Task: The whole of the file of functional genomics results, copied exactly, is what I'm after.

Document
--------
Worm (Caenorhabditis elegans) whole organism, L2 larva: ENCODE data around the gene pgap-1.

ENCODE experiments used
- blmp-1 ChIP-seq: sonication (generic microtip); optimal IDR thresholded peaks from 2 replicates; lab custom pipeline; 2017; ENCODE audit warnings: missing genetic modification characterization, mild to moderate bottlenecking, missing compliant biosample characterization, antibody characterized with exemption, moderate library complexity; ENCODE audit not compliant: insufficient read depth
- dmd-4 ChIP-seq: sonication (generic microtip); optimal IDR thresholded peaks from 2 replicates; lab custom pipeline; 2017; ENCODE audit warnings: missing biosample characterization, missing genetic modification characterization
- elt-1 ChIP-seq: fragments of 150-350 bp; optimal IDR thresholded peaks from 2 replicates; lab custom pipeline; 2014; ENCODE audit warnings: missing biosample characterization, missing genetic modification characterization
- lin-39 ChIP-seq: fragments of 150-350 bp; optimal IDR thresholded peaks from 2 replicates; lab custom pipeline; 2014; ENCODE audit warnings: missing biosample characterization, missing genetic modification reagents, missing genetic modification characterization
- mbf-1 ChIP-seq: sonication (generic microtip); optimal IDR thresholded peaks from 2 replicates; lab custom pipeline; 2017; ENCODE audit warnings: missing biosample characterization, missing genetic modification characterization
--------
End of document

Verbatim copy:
Worm (Caenorhabditis elegans) whole organism, L2 larva: ENCODE data around the gene pgap-1.

ENCODE experiments used
- blmp-1 ChIP-seq: sonication (generic microtip); optimal IDR thresholded peaks from 2 replicates; lab custom pipeline; 2017; ENCODE audit warnings: missing genetic modification characterization, mild to moderate bottlenecking, missing compliant biosample characterization, antibody characterized with exemption, moderate library complexity; ENCODE audit not compliant: insufficient read depth
- dmd-4 ChIP-seq: sonication (generic microtip); optimal IDR thresholded peaks from 2 replicates; lab custom pipeline; 2017; ENCODE audit warnings: missing biosample characterization, missing genetic modification characterization
- elt-1 ChIP-seq: fragments of 150-350 bp; optimal IDR thresholded peaks from 2 replicates; lab custom pipeline; 2014; ENCODE audit warnings: missing biosample characterization, missing genetic modification characterization
- lin-39 ChIP-seq: fragments of 150-350 bp; optimal IDR thresholded peaks from 2 replicates; lab custom pipeline; 2014; ENCODE audit warnings: missing biosample characterization, missing genetic modification reagents, missing genetic modification characterization
- mbf-1 ChIP-seq: sonication (generic microtip); optimal IDR thresholded peaks from 2 replicates; lab custom pipeline; 2017; ENCODE audit warnings: missing biosample characterization, missing genetic modification characterization